I’ll spare you the labored setup where I talk about the tortured back-and-forth that was Aramis Ramirez’s 2011 with the Chicago Cubs. Suffice it to say: at times he wanted to stay with the Cubs forever, and at other times he was all too happy to move on.

Now that the Chicago Cubs have brought in executive superstar, Theo Epstein, Ramirez – who’d recently said, through his agent, that he expects to explore free agency – may want to be a Cub in 2012.

“I’m really happy the Cubs have brought in Theo Epstein to run the team,” Ramirez told ESPNChicago. “Now that the Cubs have a new leader with a new outlook, I’d certainly listen to them about remaining with the team.”

Ramirez’s agent, Paul Kinzer, added: “At the time they said they wouldn’t be able to address Aramis’ free agency because that would be the new general manager’s decision. Now that Theo’s in place, that changes everything for us. We’d love to talk to him about staying in Chicago. Aramis has said all along that staying with the Cubs was his priority and No. 1 choice. Hopefully we’ll be able to get something done with Theo and his new group of baseball people when they are in place.”

While that may seem like a change in his recent stance, is it really? The Cubs hold a 2012 option on Ramirez for $16 million (with a $2 million buyout), but Ramirez can void his contract if the option is exercised. So, when Ramirez’s agent said Ramirez was going to test free agency, it was a threat he could actually enforce. Does now saying he’d “listen to them about remaining with the team” mean he’d no longer void his contract?

I’m skeptical. In a vacuum, it certainly makes picking up Ramirez’s option – assuming the Cubs don’t actually want Ramirez back in 2012 – more risky. If Ramirez is indeed open to staying with the Cubs, there’s a chance he wouldn’t void the contract, instead pocketing his $16 million. But, by the same token, if Epstein tells Ramirez, “we’re picking up your option, but we’re not going to negotiate an extension – it’s 2012, and that’s it,” would Ramirez really play out 2012 on a one-year deal when he could have received a three-year deal on the open market? As I said: I’m skeptical.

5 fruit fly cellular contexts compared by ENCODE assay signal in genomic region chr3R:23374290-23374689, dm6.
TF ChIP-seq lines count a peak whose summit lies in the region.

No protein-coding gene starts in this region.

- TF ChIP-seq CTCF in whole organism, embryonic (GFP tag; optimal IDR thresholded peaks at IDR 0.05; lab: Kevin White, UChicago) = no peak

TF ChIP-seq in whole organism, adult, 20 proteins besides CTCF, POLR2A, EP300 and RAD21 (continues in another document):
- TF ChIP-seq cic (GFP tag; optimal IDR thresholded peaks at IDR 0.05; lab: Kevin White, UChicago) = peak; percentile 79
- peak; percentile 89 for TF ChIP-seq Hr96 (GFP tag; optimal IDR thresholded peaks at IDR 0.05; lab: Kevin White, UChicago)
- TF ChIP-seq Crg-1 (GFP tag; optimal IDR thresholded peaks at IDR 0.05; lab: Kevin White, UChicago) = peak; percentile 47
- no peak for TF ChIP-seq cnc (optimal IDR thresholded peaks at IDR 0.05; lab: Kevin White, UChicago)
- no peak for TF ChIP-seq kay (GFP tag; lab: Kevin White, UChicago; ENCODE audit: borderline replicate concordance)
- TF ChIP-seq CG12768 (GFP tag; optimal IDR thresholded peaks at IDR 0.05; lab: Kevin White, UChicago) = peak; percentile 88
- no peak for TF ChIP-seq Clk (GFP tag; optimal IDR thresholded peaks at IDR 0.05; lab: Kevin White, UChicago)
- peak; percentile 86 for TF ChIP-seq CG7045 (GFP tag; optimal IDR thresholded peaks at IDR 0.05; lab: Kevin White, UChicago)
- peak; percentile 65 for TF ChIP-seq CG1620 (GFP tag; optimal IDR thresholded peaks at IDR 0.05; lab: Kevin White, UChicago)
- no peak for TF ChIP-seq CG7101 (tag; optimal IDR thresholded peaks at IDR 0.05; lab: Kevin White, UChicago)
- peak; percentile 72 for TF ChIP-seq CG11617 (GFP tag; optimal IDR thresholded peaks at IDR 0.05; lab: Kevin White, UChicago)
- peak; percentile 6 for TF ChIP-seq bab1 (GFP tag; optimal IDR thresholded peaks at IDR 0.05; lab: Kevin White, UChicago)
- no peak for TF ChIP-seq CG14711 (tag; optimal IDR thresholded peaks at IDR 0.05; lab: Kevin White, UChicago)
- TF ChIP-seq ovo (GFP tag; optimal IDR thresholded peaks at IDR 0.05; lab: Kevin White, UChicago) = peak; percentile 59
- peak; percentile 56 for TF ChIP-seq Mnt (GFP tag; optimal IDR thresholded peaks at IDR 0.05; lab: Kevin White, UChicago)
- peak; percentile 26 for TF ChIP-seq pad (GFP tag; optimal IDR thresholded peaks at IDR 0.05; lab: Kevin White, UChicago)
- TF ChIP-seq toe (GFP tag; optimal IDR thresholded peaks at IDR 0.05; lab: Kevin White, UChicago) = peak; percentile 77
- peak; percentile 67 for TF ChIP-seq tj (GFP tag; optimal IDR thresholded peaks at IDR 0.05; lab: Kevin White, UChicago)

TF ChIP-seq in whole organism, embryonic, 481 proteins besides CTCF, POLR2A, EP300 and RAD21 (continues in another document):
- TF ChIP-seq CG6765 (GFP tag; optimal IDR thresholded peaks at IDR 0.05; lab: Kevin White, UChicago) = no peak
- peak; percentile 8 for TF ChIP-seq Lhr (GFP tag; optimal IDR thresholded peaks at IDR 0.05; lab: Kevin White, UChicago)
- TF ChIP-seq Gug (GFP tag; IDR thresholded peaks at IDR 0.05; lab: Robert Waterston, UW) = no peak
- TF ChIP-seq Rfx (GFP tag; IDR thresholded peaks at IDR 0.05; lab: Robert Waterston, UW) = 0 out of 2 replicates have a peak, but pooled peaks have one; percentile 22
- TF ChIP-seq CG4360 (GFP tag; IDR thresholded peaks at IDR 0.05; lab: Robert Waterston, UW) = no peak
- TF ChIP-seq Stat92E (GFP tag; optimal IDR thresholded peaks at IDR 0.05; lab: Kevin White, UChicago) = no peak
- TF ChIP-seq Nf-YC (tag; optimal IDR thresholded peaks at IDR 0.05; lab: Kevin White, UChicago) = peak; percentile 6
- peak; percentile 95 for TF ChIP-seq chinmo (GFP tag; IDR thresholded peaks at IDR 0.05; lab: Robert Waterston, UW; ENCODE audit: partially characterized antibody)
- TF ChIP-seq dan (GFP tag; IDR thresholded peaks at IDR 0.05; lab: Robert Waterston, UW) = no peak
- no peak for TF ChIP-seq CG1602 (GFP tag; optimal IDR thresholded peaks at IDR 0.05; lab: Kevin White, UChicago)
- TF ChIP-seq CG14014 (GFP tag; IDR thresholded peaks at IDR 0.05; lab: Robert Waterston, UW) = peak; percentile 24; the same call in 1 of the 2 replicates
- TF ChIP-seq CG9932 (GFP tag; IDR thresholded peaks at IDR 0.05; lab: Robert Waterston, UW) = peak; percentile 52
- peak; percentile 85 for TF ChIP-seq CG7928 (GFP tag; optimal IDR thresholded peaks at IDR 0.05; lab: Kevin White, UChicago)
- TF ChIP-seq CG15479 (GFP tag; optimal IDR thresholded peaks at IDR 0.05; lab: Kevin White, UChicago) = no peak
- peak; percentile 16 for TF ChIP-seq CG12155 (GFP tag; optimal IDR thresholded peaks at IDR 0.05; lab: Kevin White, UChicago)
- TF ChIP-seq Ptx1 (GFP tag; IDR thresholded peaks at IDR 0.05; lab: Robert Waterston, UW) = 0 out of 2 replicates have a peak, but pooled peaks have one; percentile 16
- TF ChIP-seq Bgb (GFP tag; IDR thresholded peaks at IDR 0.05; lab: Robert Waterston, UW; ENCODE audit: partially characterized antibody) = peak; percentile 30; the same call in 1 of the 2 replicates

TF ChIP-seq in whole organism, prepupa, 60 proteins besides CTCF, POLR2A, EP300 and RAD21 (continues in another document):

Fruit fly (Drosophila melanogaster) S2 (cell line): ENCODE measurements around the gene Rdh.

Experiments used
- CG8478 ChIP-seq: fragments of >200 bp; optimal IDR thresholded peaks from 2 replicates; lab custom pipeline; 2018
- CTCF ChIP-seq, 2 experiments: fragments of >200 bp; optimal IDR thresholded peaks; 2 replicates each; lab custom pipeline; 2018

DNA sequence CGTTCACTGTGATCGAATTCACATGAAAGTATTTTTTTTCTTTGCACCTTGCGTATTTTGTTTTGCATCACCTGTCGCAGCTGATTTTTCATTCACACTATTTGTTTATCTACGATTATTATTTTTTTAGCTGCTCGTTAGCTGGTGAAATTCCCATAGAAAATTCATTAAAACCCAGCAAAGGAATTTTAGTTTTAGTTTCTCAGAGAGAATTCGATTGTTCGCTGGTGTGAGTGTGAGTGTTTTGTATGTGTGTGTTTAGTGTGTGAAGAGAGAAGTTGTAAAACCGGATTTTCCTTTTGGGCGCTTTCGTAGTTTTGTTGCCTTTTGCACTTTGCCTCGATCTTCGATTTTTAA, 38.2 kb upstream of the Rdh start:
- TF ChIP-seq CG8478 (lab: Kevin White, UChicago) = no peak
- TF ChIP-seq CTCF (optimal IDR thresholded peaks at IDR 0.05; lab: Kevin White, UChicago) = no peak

Maybe I’m a bit hard on Ramirez when it comes to the whole waffling thing. After all, he’s running out of playing years, and is just trying to get the most money for his services in the time he has left. But it seems to me, saying publicly that he wants to stay with the Cubs on a multi-year deal, otherwise he wants to leave, is neither difficult, nor inconsistent with his desire for the most money/longest deal. Just play it a little more straight.

Either way, the decision is coming soon. The Cubs will have until five days after the World Series to pick up, or buy out, Ramirez’s option. He will then decide whether to stick with the Cubs, or head to free agency.

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